In a speech to the City Council on Wednesday, Mayor Bloomberg vetoed the prevailing-wage bill and indicated he would do the same for the living-wage bill. The snubbed bill, which had been passed recently by the City Council, would oblige buildings where the city is a major tenant and those benefitting from city investments to pay different, higher wages to service workers like janitors.
The Wall Street Journal reports the mayor sternly argued the prevailing-wage bill would reverse positive trends in city economy. “Those bills, the so-called living- and prevailing-wage bills, are a throwback to an era when government viewed the private sector as a cash cow to be milked rather than a garden to be cultivated. In those days, the government took the private sector for granted,” Bloomberg said.

The living-wage bill, expected to be passed by the City Council next week, would require any firm receiving city subsidies amounting to a million dollars or more to pay its employees a minimum of $10.00 an hour. Said the mayor, “You cannot tell [businesses] that they have to pay a minimum wage higher than the competitor across the street. They just won’t do it, and those jobs will be lost, and so will the tax revenues they would have generated.”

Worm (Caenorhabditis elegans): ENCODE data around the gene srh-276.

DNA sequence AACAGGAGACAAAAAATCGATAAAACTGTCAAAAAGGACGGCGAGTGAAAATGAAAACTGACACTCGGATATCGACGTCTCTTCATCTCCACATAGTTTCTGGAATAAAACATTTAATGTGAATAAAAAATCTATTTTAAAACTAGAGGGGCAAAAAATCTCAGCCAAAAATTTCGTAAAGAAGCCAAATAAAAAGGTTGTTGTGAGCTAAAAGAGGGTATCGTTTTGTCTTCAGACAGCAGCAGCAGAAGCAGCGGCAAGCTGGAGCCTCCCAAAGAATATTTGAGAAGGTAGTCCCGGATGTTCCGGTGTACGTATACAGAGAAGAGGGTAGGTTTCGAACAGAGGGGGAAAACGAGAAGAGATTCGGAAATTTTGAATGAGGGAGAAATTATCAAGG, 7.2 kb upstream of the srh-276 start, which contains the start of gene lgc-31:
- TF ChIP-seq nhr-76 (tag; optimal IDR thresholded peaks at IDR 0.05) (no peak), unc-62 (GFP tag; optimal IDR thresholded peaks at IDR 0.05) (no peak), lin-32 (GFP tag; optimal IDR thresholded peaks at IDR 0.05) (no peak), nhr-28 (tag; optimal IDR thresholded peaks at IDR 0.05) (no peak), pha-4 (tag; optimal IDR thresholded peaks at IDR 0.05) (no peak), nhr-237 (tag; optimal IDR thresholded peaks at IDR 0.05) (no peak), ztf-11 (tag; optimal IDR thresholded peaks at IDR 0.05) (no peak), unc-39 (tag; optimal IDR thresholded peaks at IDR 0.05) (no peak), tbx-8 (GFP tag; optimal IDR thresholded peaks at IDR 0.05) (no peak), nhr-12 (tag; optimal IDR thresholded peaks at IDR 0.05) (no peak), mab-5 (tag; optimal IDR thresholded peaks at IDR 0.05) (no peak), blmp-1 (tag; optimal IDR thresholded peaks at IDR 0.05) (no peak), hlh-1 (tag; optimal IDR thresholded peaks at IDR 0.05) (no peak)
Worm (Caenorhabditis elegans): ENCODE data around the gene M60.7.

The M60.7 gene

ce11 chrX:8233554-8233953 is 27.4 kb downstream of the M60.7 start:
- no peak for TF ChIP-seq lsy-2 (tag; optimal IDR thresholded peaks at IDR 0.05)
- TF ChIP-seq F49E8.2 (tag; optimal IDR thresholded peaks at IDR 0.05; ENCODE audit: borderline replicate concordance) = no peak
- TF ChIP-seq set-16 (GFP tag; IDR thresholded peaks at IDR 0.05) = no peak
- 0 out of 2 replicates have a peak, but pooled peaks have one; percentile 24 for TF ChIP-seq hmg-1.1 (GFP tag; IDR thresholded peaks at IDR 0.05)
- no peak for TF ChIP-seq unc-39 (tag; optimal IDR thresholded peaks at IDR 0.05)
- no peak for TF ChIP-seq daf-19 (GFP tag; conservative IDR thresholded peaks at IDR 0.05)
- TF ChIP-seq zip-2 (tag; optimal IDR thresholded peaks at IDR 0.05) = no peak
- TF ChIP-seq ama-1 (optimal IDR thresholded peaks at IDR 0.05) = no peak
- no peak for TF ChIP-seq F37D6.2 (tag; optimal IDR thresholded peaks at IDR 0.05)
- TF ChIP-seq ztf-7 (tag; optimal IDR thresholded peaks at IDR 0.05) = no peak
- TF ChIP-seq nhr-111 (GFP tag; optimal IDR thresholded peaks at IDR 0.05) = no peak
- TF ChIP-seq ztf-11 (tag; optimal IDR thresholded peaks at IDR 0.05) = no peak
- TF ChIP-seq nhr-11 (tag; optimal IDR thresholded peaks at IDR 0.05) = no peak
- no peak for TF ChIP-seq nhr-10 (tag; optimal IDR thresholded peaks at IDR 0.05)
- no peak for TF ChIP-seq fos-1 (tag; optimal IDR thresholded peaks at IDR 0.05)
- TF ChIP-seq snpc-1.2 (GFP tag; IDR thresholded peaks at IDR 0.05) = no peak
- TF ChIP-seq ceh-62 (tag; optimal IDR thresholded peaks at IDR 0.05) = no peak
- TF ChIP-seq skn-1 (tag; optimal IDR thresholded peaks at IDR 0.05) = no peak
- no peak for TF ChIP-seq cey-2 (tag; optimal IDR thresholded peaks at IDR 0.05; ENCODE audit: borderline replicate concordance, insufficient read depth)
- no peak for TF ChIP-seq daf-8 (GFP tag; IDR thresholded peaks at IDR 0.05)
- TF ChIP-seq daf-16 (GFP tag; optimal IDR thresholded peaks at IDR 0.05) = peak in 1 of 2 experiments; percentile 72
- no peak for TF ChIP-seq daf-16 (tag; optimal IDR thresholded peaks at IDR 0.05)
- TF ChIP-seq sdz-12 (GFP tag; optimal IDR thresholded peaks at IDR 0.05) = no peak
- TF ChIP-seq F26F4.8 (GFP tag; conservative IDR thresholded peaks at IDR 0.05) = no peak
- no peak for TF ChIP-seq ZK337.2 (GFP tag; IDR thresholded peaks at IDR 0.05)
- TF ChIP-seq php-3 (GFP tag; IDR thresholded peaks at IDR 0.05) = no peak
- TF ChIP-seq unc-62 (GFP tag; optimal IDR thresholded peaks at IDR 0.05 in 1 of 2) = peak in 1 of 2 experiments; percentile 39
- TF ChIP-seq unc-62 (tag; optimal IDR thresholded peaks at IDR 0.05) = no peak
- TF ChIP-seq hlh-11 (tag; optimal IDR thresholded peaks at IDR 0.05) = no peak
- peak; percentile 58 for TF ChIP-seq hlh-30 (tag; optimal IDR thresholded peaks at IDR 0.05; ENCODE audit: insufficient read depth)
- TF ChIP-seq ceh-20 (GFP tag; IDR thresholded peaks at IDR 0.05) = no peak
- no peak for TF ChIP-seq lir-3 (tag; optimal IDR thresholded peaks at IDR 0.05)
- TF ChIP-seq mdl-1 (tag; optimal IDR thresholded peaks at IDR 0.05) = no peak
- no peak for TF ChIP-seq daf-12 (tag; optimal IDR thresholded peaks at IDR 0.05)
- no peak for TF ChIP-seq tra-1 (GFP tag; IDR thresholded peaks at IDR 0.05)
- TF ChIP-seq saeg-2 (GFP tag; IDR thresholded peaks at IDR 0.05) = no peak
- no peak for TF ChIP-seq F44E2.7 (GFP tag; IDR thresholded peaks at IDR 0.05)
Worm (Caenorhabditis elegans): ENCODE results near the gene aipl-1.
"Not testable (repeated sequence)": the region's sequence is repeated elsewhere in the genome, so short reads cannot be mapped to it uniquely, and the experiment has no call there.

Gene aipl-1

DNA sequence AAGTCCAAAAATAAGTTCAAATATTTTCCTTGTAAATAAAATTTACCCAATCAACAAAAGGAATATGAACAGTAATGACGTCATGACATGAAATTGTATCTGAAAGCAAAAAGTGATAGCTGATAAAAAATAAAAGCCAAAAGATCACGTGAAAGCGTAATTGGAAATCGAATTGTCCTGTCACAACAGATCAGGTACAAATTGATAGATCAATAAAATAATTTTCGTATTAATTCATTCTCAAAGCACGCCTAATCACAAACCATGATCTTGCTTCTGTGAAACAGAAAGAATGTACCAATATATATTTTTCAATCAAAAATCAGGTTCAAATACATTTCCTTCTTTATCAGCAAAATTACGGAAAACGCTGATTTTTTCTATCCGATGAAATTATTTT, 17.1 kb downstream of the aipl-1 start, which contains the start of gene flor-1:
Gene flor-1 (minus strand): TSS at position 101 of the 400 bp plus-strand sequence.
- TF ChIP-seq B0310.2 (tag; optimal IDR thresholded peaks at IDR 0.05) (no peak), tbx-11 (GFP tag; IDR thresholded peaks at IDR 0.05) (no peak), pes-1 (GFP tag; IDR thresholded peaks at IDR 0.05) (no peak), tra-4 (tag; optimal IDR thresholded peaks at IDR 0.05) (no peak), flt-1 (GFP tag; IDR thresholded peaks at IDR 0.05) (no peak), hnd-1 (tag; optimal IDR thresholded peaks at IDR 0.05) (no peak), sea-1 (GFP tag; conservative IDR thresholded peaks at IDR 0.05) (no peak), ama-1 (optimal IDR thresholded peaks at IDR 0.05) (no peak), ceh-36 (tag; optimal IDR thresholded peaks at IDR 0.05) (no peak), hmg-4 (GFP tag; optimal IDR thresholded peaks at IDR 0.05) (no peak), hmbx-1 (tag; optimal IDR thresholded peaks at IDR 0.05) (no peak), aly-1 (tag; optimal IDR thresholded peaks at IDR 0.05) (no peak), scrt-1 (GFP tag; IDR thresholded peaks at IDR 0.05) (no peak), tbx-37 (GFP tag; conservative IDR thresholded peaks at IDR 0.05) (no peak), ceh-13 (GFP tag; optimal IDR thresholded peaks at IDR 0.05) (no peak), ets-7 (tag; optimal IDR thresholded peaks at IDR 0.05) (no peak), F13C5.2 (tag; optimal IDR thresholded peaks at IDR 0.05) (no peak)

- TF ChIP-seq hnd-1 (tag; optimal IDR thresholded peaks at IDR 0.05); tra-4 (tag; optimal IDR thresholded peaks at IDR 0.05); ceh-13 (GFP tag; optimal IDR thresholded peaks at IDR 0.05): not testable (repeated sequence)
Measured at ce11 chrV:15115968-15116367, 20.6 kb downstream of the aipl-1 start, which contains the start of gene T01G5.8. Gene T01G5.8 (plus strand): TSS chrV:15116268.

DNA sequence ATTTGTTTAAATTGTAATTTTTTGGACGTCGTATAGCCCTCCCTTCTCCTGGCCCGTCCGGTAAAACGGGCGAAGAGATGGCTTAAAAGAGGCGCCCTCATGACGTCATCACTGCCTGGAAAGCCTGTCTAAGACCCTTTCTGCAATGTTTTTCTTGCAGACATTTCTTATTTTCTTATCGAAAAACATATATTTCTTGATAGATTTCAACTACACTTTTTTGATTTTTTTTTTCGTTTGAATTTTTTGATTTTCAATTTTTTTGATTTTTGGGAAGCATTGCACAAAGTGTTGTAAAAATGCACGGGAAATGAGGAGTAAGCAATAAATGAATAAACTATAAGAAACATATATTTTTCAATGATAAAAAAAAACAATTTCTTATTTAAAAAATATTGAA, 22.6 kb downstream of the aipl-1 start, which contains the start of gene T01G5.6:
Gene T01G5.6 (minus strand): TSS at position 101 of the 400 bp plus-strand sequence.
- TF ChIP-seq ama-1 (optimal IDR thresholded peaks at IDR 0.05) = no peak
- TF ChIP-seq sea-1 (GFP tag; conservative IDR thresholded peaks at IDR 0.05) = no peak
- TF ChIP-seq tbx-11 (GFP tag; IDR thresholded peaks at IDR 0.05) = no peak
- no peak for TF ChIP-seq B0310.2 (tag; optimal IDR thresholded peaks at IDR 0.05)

Council speaker Christine Quinn, often a backer of Mayor Bloomberg, said she was disappointed by his decision. “This year alone, city benefits to businesses and developers will cost taxpayers nearly $250 million. All we are trying to do is ensure that taxpayer investment is going to subsidize jobs that pay a reasonable wage.”